People may become suspicious of your motives if you openly advocate potentially racist claims. On the other hand, if you say that you are merely asking questions - that is, if you present both the racist baloney and the substantive facts as being on an equal platform, and depict yourself merely as the innocent inquirer of truth between the two - then by presenting both possibilities as equally valid, and yourself as ostensibly neutral, you add de facto legitimacy to a position that, when scrutinized with real objectivity, could never be considered legitimate.

So why does the author claim attempt to lend a veneer of respectability to the charge that Jews may not be descended from ancient Israelites? It's the same reason why pieces are written that construct so-called scholarly arguments about Latino immigrants destroying American culture (I'm looking at you Pat Buchanan and Lou Dobbs) or claiming that African-Americans are less intelligent than white people (such as Richard Hernstein and Charles Murray). The explanation is bigotry, plain and simple.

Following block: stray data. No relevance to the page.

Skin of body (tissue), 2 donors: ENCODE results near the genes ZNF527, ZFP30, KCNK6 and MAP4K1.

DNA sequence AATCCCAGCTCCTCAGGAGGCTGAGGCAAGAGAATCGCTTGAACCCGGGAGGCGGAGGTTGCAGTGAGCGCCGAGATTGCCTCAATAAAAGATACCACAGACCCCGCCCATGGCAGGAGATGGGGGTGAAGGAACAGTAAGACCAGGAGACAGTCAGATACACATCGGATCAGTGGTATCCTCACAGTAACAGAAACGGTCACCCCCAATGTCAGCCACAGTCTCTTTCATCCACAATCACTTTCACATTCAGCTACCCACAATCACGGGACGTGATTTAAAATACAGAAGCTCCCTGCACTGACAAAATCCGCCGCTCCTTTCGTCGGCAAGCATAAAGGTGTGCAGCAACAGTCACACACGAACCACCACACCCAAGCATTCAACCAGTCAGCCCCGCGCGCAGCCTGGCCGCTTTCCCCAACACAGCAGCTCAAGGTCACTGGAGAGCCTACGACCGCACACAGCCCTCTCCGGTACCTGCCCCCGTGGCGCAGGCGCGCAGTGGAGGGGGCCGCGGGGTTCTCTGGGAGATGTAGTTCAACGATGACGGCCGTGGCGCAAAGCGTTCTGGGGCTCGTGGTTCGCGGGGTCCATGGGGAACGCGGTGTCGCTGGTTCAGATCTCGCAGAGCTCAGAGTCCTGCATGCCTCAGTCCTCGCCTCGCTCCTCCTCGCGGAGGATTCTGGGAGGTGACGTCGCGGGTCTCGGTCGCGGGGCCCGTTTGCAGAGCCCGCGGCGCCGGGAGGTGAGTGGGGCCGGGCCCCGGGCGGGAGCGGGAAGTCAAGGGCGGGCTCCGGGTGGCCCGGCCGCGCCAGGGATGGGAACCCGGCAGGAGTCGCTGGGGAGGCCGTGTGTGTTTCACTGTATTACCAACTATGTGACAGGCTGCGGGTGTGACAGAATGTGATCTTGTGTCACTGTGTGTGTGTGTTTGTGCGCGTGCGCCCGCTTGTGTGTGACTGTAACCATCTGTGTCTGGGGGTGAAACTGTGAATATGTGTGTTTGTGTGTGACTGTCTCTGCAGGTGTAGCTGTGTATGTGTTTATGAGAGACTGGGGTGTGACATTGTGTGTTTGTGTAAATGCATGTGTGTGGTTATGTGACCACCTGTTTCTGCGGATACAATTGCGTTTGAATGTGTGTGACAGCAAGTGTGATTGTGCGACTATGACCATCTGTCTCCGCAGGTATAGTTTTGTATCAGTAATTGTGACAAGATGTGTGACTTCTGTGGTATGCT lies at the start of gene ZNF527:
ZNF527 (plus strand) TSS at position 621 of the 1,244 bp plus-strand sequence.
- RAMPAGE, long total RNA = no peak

You may have noticed the great pains I have taken to not mention the name of this article's author up until this point. Now is as good a time as any to let it be known that the piece in question was penned by one Patricia Cohen. Based on her surname, I can surmise that she is Jewish (or at least of Jewish descent). Sadly, such things are by no means a hinderance to being an anti-Semite. Patricia Cohen can now follow in a long, sad litany of Jews, tracing all the way back to Nicholas Donin, who intentionally contribute to the hatred of her own people.

For the original article, please see: